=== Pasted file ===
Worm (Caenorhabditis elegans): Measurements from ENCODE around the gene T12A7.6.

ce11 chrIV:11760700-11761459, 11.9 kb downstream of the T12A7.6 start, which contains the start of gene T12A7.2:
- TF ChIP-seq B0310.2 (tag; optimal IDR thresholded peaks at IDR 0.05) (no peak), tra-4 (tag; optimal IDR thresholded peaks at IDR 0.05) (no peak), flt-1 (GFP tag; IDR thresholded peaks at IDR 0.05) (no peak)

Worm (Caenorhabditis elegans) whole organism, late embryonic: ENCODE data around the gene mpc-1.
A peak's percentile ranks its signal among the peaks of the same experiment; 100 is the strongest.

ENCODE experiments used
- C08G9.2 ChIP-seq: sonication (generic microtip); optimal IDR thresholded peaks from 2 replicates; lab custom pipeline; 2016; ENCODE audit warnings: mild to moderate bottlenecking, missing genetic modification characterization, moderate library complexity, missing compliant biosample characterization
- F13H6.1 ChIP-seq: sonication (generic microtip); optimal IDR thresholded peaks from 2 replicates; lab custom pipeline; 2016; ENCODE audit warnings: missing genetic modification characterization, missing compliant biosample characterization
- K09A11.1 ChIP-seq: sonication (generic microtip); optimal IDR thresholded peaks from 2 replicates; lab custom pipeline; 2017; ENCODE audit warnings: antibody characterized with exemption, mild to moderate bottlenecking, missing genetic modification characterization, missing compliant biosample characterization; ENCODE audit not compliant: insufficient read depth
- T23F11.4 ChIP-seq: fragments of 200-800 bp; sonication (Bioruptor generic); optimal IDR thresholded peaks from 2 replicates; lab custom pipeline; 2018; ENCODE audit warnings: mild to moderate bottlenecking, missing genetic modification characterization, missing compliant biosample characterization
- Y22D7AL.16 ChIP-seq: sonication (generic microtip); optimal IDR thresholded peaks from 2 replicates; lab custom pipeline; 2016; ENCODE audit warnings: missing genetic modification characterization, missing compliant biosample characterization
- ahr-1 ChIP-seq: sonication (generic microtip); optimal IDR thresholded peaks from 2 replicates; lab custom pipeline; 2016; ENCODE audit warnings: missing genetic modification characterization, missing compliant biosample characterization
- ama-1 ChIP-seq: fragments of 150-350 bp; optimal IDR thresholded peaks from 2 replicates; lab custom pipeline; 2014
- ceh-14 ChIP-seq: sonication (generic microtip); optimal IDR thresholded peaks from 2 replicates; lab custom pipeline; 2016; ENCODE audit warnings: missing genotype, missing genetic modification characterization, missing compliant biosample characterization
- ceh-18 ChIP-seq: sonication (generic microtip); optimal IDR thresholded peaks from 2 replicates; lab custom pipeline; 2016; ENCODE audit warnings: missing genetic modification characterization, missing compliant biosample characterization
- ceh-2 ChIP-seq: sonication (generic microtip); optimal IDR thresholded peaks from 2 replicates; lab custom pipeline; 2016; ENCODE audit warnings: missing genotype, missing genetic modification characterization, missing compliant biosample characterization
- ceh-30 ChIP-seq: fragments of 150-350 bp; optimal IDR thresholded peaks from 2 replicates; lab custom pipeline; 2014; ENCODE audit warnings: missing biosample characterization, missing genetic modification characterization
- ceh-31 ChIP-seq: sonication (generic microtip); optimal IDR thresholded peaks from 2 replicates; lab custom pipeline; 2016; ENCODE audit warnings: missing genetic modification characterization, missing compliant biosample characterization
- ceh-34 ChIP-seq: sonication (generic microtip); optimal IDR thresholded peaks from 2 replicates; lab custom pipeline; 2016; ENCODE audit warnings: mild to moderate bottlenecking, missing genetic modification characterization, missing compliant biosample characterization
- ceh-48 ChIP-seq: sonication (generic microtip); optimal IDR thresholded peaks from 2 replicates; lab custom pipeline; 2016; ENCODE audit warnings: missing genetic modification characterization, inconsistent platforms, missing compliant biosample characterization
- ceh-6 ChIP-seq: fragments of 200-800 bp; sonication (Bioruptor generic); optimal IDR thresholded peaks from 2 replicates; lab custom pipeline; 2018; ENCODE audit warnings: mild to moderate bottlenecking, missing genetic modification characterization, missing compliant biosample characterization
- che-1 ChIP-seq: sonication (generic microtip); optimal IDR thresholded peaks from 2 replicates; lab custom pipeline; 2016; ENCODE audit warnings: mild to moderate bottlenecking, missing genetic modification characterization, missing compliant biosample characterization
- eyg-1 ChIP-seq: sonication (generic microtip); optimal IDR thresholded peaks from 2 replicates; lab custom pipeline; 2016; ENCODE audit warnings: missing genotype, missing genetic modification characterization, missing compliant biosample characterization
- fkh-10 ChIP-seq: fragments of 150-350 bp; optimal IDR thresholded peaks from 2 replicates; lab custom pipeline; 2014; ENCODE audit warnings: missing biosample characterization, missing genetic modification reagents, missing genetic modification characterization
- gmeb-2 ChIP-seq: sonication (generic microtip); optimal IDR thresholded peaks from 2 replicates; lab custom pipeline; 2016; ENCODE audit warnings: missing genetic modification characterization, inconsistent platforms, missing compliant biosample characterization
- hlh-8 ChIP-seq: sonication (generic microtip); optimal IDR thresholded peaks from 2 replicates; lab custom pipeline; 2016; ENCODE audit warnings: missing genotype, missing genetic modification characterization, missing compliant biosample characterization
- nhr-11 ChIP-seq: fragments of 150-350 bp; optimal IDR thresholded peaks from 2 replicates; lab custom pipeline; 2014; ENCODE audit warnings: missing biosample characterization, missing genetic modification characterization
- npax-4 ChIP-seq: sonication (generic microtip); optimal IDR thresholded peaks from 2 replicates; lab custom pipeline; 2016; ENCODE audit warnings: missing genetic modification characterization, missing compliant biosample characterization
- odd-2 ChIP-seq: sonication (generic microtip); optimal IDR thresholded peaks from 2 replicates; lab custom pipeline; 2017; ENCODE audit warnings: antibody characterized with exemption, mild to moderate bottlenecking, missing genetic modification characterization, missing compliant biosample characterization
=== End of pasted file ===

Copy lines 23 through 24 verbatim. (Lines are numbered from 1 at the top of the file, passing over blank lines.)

- eyg-1 ChIP-seq: sonication (generic microtip); optimal IDR thresholded peaks from 2 replicates; lab custom pipeline; 2016; ENCODE audit warnings: missing genotype, missing genetic modification characterization, missing compliant biosample characterization
- fkh-10 ChIP-seq: fragments of 150-350 bp; optimal IDR thresholded peaks from 2 replicates; lab custom pipeline; 2014; ENCODE audit warnings: missing biosample characterization, missing genetic modification reagents, missing genetic modification characterization